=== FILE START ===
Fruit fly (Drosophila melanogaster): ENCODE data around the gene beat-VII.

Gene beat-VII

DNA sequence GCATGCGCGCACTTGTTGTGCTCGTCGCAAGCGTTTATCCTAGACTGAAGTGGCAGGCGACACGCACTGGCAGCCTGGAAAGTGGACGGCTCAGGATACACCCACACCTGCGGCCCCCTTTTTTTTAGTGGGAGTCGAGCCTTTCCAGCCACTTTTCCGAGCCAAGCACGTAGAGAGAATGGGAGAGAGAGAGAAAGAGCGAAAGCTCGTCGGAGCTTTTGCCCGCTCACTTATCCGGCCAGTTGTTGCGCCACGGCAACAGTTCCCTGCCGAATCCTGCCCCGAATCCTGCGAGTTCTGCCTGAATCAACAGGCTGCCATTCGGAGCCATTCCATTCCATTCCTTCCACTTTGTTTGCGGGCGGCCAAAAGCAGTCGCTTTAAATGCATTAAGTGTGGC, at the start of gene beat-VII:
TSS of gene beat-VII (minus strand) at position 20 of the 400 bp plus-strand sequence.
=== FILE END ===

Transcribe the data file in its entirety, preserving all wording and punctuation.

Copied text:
Fruit fly (Drosophila melanogaster): ENCODE data around the gene beat-VII.

Gene beat-VII

DNA sequence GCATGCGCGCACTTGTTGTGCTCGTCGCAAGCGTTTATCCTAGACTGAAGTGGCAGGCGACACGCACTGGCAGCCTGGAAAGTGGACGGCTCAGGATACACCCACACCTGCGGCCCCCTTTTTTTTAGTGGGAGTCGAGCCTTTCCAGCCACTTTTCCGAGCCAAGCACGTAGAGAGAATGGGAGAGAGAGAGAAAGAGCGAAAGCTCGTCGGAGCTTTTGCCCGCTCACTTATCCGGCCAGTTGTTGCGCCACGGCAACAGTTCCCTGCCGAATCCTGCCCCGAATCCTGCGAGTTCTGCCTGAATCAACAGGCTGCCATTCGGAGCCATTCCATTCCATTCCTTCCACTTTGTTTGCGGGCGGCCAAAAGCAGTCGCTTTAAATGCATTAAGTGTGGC, at the start of gene beat-VII:
TSS of gene beat-VII (minus strand) at position 20 of the 400 bp plus-strand sequence.